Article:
Something to Watch – Today’s Obama Interviews May Provide a Breakthrough on Tax Extenders

President Obama’s  TV interviews scheduled for today may provide fuel for a potential breakthrough in tax and spending talks, according to Paul Suplizio, President of the WOTC Coalition.  WOTC and numerous other tax provisions hang in the balance . . . although failure now may still be rectified after the new year.
“The President’s interview at 5 PM today could break the deadlock if he mentions specific entitlement cuts of around $500 billion. If that doesn’t work nothing will. . . .”
The following correspondence from Paul Suplizio is published here with permission.
From: Paul Suplizio
Sent: Thursday, December 13, 2012 10:58 AM
Subject: Obama Interview At 5:00 PM EDT Today May Attempt Breakthrough
December 13, 2012
The $200 billion “stimulus package” in the President’s offer was repeated two days ago without an affirmative reply by Republicans—this is the package that carries WOTC and other tax extenders.
Speaker Boehner has attacked the stimulus package because it adds to the deficit; he leans against making it part of a fiscal cliff deal unless he can get bigger spending cuts. Our lobbying aims to persuade him to accept WOTC and other extenders, which now include bonus depreciation and energy extenders that expire at the end of the month.
In his latest offer, the President reduced his tax revenue target from $1.6 to $1.4 trillion, and the Speaker countered with his original offer of $800 billion. Nevertheless, the White House is confident Republicans will eventually accept higher tax rates on the wealthy—the main issues they see now are entitlements, the stimulus package, and raising the debt ceiling.
A major factor is whether the Speaker can get a majority of Republicans to vote for whatever deal he makes with the President. The White House doesn’t want to offer major entitlement cuts that will make Democrats unhappy, only to see the deal rejected by the Republican caucus in the House.
The President’s interview at 5 PM today could break the deadlock if he mentions specific entitlement cuts of around $500 billion. If that doesn’t work nothing will, because in the deal that’s on the table now, Republicans will come away with better tax rates on upper incomes, capital gains, dividends, and estates than if there’s no deal and Bush tax cuts expire.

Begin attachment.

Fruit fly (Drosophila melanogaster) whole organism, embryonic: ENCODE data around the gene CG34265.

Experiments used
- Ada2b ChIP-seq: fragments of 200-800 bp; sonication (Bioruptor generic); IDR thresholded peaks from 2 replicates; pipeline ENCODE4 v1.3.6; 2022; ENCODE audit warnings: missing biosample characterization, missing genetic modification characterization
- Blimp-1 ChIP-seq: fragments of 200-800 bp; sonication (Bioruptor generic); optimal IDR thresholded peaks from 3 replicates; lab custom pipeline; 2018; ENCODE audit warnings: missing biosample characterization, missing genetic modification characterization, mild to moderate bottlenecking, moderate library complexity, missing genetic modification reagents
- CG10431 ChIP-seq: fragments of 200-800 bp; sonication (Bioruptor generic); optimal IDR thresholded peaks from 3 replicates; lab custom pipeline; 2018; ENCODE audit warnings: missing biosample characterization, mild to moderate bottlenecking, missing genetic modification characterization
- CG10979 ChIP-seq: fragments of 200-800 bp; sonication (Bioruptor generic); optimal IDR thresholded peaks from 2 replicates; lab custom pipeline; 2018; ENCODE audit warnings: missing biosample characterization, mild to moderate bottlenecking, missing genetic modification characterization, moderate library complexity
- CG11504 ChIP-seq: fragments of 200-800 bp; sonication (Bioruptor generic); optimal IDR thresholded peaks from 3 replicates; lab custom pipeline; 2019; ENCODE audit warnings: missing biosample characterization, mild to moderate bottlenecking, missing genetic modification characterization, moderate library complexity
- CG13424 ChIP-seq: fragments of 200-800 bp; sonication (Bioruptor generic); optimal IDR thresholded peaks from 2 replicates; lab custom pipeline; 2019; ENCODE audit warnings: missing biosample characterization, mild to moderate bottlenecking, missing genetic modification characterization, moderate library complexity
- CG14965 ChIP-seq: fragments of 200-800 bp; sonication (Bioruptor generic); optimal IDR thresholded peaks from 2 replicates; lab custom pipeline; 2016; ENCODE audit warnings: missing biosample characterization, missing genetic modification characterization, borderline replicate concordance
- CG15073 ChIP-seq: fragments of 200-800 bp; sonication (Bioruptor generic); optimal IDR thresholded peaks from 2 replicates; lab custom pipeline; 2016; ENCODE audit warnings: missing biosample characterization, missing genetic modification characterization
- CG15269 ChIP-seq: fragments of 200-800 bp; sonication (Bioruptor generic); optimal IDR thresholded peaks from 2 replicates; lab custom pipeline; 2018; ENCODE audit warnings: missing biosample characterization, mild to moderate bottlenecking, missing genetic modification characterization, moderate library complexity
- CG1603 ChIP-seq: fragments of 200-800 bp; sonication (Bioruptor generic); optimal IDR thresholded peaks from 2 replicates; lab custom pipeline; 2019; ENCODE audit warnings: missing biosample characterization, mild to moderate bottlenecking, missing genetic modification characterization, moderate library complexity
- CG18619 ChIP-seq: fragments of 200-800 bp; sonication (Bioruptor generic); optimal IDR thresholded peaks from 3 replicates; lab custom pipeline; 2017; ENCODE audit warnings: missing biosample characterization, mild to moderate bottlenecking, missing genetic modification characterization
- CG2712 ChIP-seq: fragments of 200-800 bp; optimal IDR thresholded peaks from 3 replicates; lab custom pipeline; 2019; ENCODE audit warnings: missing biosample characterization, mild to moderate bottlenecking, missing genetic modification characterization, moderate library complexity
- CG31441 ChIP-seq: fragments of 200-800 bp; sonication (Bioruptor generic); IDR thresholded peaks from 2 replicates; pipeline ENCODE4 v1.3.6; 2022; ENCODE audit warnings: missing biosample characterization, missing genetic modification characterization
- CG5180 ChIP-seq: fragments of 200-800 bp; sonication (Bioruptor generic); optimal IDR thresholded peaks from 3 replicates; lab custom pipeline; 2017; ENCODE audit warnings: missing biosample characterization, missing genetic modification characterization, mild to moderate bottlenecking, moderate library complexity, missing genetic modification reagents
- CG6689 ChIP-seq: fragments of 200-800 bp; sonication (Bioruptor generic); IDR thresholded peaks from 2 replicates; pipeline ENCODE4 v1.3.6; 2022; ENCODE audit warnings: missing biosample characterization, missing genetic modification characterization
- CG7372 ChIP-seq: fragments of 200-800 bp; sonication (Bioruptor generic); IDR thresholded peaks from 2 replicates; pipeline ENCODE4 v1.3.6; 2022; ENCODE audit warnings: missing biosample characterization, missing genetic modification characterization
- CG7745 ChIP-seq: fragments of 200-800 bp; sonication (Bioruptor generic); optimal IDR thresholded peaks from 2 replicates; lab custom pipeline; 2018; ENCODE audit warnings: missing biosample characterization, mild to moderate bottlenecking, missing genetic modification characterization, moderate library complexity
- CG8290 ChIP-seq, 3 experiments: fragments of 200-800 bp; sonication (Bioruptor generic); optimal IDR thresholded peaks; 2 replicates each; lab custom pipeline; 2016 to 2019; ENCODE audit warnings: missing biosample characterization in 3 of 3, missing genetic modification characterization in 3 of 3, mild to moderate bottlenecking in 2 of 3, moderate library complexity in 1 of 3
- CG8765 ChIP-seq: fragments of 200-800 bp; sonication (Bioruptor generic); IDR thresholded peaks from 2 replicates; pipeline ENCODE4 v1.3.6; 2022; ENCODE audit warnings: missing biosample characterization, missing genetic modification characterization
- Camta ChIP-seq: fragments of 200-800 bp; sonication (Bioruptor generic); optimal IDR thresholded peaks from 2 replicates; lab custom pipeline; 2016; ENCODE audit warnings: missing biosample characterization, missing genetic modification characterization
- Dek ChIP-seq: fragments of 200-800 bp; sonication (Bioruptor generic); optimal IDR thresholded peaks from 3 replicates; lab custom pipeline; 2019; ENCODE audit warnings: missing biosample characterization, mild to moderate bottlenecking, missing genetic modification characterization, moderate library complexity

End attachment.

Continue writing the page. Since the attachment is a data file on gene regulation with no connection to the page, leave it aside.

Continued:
In sum, if there’s a fiscal cliff deal, there’s a solid chance WOTC and the extenders will be included.
If there’s no deal, Republicans are talking about returning after Christmas and passing the Senate bill that extends the Bush tax cuts for incomes up to $250,000. This would not be helpful on many fronts—it would leave WOTC, other extenders, payroll tax relief, unemployment compensation, bonus depreciation, Medicare doctors’ compensation, estate tax, and many other issues in limbo—not dead, but in limbo, to be taken up again in the new Congress that begins January 3rd.
There’s a chance that can be avoided, however. If Republicans in the House are ready during the final week to pass the Senate extension of Bush, it’s entirely within the province of the House leadership to craft an amendment to the Senate bill dealing with any or all of these high-priority issues that would otherwise be left unattended.
It would require a degree of legislative initiative that hasn’t been a hallmark of this House. The Leaders’ problems in winning consensus among Republicans still makes for paralysis in decision and no action rather than action. This is why we must continue hammering away at our House Republican congressmen, urging them to spur their Leaders to action on WOTC and your other issues. If we want action on the Hill, we ourselves need to act, everything starts with us!
Many thanks to so many of you who are dedicating time and effort to the campaign. It has been a pleasure cooperating with you.
President, WOTC Coalition

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